P. JOSEPH CAHILL
one briefly explain the theological of a man whose diversified writings first book How the present decade? Is it extend fromahissignificance review ina 1908 to possible for short essay to disclose DOES
fundamental unity in topics which range from source criticism, the history of religion, literary criticism, classical philology, technical exegesis, Gnostic studies, existential philosophy, and hermeneutics to the Gifford Lectures, the theological essay, popular and literate dialogue about the Church, demythologizing, and the relation of the New Testament to daily life?3 If the theological significance is judged in terms of intellectual climate, moral force, and scholarly style or by the more tangible but subtle influence on several generations of scholars, then the theological significance seems almost as elusive as it is palpable. Fortunately, diversity of form and subject is more apparent than real. The theological atmosphere and problematic shaped by Bultmann may be traced to concepts and procedures available to any critical reader. While it is quite correct to note, as did Hans Jonas on the Feiertag celebrated in honor of Bultmann in Marburg, November 16,1976, that it is impossible to separate the man from his writings, for he lived as he wrote,4 we are not here primarily concerned with Bultmann's personal psychological integrity, striking as it is. It may, however, be accurate to say that this escalating unity of life and work is grounded in the one objective to which Bultmann committed himself: the mediation of the Christian tradition, the attempt to make a particular religious vision and its theological interpretation fruitful for the present and future. 1 Rudolf Bultmann, "Der literarische Character der neutestamentlichen Schriften," Christliche Welt 22 (1908) 378 (two paragraphs). 2 His last commentary, Der Zweite Brief an die Korinther (Göttingen: Vandenhoeck & Ruprecht, 1976) was transcribed from class lectures given in Bultmann's last semester at Philipps-Universität, 1951, by Erich Dinkier. Some shorter articles will be appearing shortly. Apart from the sermons, Bultmann's unpublished material is slight. 3 A bibliography of Bultmann's own writings may be found in Rudolf Bultmann, Eocegetica (ed. Erich Dinkier; Tübingen: Mohr, 1967) 483-507. I have assembled another bibliography including books, articles, and reviews emerging directly from the work of Bultmann. 4 Interviews with some of Bultmann's colleagues, friends, and students are spontaneously unanimous in this judgment.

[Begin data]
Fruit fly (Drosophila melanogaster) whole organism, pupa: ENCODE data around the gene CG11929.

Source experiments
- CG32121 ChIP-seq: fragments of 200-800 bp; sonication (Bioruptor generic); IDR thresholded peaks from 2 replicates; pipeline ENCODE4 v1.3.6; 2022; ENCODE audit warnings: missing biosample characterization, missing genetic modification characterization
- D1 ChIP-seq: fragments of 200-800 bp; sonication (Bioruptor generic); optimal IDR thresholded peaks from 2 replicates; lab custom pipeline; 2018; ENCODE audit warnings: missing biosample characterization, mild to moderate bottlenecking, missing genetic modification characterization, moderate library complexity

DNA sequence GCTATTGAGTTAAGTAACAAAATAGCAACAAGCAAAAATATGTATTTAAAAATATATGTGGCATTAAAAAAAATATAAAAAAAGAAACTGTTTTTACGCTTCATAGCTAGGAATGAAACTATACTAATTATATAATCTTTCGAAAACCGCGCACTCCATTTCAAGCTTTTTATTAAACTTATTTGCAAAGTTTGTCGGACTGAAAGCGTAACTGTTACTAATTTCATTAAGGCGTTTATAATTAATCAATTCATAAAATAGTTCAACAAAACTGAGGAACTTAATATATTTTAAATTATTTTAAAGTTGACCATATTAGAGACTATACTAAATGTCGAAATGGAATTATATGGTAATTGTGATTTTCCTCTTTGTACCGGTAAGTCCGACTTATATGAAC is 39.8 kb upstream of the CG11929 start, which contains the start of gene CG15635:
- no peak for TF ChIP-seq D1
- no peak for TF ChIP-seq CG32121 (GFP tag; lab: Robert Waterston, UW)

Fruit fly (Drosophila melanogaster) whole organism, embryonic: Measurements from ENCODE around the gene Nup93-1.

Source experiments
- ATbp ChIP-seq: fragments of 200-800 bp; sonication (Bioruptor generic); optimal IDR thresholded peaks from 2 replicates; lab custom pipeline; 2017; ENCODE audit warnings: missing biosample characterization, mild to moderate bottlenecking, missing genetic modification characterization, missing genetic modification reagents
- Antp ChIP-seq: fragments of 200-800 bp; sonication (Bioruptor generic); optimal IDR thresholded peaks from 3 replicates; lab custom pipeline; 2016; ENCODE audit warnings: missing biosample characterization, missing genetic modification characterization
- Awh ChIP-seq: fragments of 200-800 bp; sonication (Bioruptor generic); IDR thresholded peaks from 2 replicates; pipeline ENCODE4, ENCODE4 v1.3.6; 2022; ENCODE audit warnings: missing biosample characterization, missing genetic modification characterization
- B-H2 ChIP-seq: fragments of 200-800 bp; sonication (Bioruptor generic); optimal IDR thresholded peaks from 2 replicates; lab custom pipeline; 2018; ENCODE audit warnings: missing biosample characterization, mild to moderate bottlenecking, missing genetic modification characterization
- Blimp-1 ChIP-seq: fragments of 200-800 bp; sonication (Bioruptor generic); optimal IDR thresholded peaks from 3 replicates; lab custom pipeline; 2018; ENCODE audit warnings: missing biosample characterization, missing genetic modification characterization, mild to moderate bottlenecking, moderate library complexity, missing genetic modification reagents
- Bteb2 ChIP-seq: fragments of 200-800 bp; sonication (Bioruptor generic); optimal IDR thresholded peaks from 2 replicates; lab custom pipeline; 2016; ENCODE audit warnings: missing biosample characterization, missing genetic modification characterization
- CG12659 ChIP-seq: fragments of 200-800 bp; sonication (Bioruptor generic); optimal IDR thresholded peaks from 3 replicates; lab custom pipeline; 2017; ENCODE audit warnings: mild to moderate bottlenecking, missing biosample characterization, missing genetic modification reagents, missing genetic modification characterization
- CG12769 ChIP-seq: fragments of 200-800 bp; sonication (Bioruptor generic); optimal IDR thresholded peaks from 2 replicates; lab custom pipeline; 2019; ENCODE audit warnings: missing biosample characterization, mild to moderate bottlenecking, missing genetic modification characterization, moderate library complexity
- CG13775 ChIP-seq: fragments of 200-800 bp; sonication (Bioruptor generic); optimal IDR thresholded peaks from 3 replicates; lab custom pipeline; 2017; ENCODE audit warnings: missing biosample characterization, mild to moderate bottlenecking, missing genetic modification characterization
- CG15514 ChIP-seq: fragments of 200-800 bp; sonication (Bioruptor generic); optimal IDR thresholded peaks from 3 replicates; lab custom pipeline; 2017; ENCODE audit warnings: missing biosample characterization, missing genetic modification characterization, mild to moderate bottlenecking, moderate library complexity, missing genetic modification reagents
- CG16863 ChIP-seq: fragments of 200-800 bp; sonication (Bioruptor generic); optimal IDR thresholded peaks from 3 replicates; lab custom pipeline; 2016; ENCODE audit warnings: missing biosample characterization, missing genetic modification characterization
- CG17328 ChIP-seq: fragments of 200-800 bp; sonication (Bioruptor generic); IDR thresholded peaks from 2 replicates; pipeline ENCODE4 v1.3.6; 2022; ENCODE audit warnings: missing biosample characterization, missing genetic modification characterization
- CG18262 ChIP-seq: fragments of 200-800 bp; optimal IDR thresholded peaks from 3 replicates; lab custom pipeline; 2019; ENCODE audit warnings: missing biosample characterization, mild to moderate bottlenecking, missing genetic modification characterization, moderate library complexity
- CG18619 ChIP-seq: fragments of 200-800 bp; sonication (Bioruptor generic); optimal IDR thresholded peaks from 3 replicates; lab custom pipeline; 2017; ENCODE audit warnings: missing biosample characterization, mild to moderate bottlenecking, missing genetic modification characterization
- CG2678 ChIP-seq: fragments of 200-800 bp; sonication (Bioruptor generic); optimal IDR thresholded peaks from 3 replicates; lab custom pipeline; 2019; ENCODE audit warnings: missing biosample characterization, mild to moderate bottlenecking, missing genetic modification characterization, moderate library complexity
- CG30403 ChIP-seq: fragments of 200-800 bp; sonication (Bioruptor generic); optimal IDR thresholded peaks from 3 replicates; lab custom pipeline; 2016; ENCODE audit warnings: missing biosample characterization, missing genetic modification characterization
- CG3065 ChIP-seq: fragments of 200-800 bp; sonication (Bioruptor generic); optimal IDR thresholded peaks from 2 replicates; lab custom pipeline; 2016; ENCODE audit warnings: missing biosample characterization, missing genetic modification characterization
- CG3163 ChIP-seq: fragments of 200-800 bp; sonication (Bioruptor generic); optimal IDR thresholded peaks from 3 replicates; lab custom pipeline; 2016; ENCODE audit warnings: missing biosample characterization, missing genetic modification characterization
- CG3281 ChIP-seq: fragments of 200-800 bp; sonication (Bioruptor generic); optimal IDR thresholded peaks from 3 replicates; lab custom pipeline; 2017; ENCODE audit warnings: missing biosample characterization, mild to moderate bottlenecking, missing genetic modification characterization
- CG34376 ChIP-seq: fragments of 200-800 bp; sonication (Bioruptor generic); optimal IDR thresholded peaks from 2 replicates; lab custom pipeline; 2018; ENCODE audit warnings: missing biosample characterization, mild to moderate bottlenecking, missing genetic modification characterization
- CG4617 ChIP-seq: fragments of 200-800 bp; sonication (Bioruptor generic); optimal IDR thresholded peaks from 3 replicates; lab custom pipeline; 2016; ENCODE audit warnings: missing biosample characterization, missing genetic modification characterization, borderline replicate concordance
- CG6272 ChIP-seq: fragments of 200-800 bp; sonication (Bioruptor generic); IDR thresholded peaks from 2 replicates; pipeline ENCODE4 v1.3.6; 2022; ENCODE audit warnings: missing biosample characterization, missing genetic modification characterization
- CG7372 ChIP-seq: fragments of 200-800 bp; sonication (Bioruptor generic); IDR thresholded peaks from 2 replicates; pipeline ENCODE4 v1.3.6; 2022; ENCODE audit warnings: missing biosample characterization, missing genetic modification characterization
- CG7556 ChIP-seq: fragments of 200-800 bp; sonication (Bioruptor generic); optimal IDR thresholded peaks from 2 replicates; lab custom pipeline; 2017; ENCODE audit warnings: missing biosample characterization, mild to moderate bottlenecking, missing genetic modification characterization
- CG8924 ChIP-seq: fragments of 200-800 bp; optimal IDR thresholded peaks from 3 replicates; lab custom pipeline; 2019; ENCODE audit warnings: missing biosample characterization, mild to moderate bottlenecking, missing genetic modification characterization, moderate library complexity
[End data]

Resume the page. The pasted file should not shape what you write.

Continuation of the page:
While aspects of Bultmann's theological significance are impressively conspicuous in his personal religious synthesis available to research, for the larger literate public his theological significance resides in the clarity and consistency with which he perceived the enterprise of mediating the Christian tradition and in the comprehensiveness with which he executed the venture. Even here, his theological significance is not simply the exhaustive scope and symmetrical integrity of his conceptual and operational framework, but as much the heuristic nature of that structure. The intention to mediate the Christian religious and theological tradition proceeds first as ontological process, as motion toward a term, as intentionality oriented to understanding. The process creates, apprehends, and expects progressive epigenetic differentiations of consciousness. This unity is dynamic and corresponds to life primarily and to reflection secondarily. When accomplished, the intentionality appears as a logical terminus, as quiescence, as systematized acts of judgment and decision. Epigenetically differentiated consciousness appears as finished and synthetic. This unity is logical and corresponds to reflection primarily and to life secondarily. To the first process corresponds a genetic or historical analysis,...